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And Now You Know: Getting Ready to Build Riverside

Mike Louviere
And Now You Know

June 3, 1942 the Orange Leader published an article stating contracts were being prepared for the building of “Defense Houses.”

Federal housing authorities had announced on June 2 architectural and engineering contracts had been awarded for the construction of 2,300 “Prefabricated Demountable Houses” to be built for the war workers who would be coming to Orange.

The architectural contracts for the construction of 2,000 houses to be of one-, two-, and three-bedroom sizes and types was awarded to the firm of Stine and Pitts of Beaumont.

These houses were to be built on a riverfront site composed of 348 acres. The riverfront site would be land reclaimed by pumping spoil from the Sabine River and adjacent marshes.

The engineering contract for 2,000 houses was awarded to J.B. Converse of Mobile, Alabama and Port Arthur, Texas. Charles P. Smith, Orange municipal engineer, would serve as an associate on the engineering phase of the project.

Three hundred houses would be built on land adjacent to the U.S. Navy addition. The contract for the architectural and engineering work on these houses was awarded to the firm of Page, Brooks, and Livesay of Beaumont, Texas. The firm was expected to sublet the contract for the engineering work. The land the 300 houses were to be built on was not expected to have to be filled in.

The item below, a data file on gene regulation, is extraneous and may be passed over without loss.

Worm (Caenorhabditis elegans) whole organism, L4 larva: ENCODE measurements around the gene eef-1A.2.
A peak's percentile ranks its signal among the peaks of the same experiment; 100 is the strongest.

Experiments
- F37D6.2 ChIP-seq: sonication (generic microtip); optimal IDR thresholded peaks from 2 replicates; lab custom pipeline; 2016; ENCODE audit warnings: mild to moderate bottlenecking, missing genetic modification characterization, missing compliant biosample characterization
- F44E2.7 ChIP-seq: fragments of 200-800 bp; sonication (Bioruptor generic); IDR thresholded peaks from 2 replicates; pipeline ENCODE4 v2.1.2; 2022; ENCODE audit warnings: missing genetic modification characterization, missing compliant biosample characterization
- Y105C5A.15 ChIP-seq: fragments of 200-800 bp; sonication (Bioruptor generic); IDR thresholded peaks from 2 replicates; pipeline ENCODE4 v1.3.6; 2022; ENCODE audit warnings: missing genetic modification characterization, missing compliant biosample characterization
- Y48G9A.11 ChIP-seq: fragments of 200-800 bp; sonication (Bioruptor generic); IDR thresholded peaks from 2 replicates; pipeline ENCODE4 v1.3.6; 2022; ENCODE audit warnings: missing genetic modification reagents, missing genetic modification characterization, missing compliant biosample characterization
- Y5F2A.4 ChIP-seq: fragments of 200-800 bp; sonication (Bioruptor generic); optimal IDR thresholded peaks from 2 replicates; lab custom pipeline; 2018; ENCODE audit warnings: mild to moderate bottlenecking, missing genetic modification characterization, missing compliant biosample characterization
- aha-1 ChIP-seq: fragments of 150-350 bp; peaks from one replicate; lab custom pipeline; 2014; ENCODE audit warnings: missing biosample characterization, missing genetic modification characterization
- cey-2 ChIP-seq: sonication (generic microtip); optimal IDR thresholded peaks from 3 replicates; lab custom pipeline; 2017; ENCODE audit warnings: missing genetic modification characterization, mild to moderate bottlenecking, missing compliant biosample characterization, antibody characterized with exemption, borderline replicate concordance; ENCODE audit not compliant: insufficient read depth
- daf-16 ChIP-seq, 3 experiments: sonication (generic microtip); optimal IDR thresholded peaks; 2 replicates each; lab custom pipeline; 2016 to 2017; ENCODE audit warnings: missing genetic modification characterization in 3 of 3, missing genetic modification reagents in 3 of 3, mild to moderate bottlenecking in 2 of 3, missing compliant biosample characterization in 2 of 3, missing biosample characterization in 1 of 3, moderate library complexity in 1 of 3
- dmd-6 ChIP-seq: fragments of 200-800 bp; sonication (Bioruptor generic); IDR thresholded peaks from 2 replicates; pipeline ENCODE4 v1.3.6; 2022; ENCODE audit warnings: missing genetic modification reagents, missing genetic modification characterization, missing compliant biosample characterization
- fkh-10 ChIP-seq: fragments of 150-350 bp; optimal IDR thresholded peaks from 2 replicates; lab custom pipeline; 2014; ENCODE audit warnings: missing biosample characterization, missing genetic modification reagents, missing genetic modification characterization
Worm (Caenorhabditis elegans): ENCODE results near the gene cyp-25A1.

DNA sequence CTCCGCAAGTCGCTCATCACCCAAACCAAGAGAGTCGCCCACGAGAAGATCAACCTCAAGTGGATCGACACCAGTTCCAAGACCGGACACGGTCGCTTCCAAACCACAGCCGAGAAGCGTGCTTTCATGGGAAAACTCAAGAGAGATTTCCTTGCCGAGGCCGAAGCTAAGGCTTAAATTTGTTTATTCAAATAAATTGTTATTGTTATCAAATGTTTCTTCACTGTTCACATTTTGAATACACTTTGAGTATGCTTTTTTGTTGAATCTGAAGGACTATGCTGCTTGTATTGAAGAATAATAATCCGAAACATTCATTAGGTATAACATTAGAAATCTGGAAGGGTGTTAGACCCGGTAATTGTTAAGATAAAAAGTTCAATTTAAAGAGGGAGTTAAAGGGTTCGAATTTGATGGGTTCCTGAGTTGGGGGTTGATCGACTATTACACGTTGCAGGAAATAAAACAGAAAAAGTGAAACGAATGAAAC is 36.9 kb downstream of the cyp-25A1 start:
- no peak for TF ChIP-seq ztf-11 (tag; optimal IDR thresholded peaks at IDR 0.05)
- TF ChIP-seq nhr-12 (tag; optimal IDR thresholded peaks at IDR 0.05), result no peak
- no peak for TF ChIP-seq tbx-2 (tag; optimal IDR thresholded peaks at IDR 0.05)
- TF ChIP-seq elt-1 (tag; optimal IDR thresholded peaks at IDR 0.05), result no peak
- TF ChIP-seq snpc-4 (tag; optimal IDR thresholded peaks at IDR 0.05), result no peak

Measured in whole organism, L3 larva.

Preliminary work on the architectural phases had been started in Fort Worth. Several members of the Fort Worth phase had come to Orange and would involve the city in the final architectural planning.

C.A. Johnson, a member of the architectural group would be in charge of the site planning for the exceptionally large project which would include the city and planning elements of “considerable proportions.”

The Orange War Workers Project would be the largest ever undertaken by the Federal Government.

The 2,000 houses, approximately twice the number of houses in use in Orange previous to the beginning of the U.S. Navy construction yard, would house upwards of 6,000 people.

General plans for connecting the river front addition to the shipyards would be by building streets that would go under the existing Highway 90 bridge. This would eliminate interference with traffic on Highway 90.

It was expected that it would be early July before the river front site would be ready for the construction contracts to be awarded.

The work of building levees around the site would be done by W.D. Streater, a Beaumont dragline dredge contractor. He would be working under a contract with a standard dredging company.

The company was expected to soon start building the levees and filling in the land and reclaiming it.

Construction of the 300 houses would start ahead of the 2,000 homes due to the fact that the land for them would not have to be filled in and it would not take as long to prepare the site.

In spite of rationing, there was a general feeling of optimism for prospects of being able to obtain the materials needed for the project.

“And now you know.”